Being exposed to second-hand smoke causes the menopause to start up to two years earlier, a study has warned.
Smoking and living with heavy smokers brings on the change quicker before the age of 50 than non-smokers.
And one of the largest studies of its kind found an increased risk of infertility.
Current or former smoking was associated with a 14 per cent greater risk of infertility and a 26 per cent heightened risk of menopause before the age of 50.
The average age at the start of the menopause was significantly earlier among smokers than it was among those who have never smoked and who hadn’t been exposed to second-hand smoke.
Current or former smoking
Greater risk of infertility Raised risk of menopause before age 50
For heavy smokers, defined as over 30 a day, the menopause arrived almost 22 months earlier for those who said they had started smoking before their 15th birthday and 18 months earlier among those who smoked at least 25 cigarettes a day.
Women exposed to second-hand smoke at the highest level – 10 or more years of living with a smoker as a child, 20 or more years of living with a smoking partner who smoked at home, and 10 or more years working with a smoker – were 18 per cent more likely to have had infertility problems than women who had never been exposed to passive smoking.
The highest level of passive smoke exposure was associated with the arrival of menopause 13 months earlier than those never exposed to it.
Highest level of passive smoking versus never exposed to it
More likely to have had infertility problems Earlier arrival of menopause in months
Danielle Smith, of the Department of Health Behavior at Roswell Park Cancer Institute in the US, said: “Our study demonstrates significant associations between lifetime tobacco exposure – by active smoking of current and former smokers and by independently studied secondhand smoke exposure – and women’s health issues of infertility and menopause occurring before the age of 50 years.
“It is one of the first studies of this size and statistical power to investigate and quantify active and passive smoking and women’s health issues.
“It strengthens the current evidence that all women need to be protected from active and passive tobacco smoke.”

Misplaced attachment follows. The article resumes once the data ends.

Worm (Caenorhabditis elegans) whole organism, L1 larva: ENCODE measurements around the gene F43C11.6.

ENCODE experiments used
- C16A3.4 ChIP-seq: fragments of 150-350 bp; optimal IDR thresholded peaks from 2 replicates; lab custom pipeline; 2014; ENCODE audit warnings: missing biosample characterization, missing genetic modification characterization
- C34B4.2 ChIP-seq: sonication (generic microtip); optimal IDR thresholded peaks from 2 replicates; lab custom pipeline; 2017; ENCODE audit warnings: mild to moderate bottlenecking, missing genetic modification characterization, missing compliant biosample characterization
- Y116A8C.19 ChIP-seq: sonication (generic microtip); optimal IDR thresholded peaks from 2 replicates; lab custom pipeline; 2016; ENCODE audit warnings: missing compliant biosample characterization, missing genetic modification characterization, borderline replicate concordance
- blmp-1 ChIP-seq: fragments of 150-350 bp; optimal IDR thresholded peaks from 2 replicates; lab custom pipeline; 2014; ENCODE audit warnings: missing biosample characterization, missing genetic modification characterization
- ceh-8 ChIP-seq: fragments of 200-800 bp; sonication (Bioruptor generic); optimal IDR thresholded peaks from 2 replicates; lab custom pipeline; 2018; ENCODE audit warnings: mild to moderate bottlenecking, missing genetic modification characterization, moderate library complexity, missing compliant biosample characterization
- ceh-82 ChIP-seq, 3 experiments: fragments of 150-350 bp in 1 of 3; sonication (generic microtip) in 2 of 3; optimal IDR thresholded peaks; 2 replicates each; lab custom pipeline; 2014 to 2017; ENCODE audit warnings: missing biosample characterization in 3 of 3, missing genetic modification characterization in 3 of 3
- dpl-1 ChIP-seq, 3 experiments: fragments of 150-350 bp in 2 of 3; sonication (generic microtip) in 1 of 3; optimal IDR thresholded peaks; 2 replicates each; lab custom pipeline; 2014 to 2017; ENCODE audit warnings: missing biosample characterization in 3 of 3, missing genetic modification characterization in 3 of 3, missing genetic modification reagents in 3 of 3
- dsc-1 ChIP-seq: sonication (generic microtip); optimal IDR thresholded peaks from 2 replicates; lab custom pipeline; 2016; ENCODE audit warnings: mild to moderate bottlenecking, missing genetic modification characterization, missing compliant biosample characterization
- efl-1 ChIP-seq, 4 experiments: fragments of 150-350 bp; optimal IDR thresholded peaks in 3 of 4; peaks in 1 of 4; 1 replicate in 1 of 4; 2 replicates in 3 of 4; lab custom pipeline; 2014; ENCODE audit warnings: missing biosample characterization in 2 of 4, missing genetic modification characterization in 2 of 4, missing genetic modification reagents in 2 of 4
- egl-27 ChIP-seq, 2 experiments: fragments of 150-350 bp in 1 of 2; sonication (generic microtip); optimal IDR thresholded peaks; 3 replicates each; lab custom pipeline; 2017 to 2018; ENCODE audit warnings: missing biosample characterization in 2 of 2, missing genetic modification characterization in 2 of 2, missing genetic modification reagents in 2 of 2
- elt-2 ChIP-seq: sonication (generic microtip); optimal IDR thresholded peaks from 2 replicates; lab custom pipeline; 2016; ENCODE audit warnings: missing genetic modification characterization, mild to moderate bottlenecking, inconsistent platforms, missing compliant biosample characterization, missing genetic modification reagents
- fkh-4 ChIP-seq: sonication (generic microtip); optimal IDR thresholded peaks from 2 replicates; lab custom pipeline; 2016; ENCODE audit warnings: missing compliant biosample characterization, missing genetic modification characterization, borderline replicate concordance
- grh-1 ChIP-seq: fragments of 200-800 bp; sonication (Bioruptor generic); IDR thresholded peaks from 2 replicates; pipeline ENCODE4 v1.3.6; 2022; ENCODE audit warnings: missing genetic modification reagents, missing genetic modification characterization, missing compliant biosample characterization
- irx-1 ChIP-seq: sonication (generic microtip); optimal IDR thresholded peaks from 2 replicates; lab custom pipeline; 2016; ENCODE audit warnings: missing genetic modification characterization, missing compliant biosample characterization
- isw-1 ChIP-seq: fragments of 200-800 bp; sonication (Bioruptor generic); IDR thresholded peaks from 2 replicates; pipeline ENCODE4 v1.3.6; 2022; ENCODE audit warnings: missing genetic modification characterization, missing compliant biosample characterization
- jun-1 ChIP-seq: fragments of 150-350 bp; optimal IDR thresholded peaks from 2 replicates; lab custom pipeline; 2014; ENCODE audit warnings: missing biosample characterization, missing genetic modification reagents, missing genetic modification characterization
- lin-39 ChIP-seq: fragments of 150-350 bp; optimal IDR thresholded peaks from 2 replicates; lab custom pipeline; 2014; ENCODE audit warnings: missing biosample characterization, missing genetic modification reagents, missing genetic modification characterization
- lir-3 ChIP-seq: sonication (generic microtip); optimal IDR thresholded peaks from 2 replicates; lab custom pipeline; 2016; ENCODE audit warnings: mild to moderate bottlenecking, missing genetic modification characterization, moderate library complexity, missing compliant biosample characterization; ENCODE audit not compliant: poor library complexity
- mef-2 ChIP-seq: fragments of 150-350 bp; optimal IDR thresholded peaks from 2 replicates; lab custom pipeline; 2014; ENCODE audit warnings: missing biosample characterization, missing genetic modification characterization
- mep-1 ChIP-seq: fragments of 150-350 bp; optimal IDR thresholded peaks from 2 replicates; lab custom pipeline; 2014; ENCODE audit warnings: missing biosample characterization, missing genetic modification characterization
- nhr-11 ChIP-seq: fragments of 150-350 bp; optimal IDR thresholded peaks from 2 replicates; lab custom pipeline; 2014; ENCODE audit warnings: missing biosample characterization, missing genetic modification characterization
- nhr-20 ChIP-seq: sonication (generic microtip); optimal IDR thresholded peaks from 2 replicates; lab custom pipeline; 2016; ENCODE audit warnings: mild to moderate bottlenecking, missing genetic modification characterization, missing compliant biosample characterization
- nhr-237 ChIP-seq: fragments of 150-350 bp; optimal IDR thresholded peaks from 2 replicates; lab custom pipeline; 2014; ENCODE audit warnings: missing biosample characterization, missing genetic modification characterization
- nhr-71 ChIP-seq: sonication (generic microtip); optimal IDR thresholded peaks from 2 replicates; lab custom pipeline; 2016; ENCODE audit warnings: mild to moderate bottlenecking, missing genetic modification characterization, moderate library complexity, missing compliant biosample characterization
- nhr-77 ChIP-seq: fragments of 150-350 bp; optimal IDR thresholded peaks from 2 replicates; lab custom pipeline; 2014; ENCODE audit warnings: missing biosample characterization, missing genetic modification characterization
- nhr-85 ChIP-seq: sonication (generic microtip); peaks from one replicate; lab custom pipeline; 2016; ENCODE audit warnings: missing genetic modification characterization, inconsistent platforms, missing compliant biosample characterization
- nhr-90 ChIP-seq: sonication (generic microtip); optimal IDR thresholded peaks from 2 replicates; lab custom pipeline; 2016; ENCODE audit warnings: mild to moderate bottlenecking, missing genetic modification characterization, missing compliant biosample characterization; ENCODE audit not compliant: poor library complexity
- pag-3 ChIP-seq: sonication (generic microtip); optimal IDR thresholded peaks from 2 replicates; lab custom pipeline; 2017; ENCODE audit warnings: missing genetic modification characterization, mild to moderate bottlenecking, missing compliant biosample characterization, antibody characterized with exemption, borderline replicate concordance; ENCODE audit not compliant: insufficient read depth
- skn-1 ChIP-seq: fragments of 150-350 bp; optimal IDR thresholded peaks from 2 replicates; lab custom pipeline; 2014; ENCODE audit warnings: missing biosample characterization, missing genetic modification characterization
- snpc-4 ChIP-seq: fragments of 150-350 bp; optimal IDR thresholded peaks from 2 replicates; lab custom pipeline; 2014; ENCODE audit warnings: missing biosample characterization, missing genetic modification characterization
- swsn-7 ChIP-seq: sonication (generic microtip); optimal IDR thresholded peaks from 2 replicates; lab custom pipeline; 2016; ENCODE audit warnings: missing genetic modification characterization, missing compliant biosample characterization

The study was based on lifetime smoking habits, fertility problems, and age at natural menopause of 93,676 women taking part in the Women’s Health Initiative Observational Study.
All had gone through the menopause and were aged between 50 and 79 when they were recruited to the study between 1993 and 1998.
Details of tobacco exposure and fertility including that of the partner were available for 88,732 women.
And 79,690 had had a natural menopause.
Although the clinical significance of earlier menopause was not clear other studies have linked earlier menopause to a heightened risk of death from any cause.
And there are plausible biological explanations for the results as the toxins found in tobacco smoke are known to have various deleterious effects on many aspects of reproduction and to disrupt hormone production and activity.
Ms Smith added: “Our findings support the association between active smoking and infertility.
“The suggestive dose-response relationship between heavier smoking and infertility found in our analysis are similar to measures of association found in another large prospective cohort study.
“Associations between secondhand smoke and infertility have been studied since the 1980’s with mixed results, perhaps due to small sample sizes and/or methodological limitations.
“Using data from a large prospective cohort, our study adds to the evidence base by demonstrating significant associations between the highest secondhand smoke exposure during reproductive life and delayed conception.”
The study was published in the journal Tobacco Control.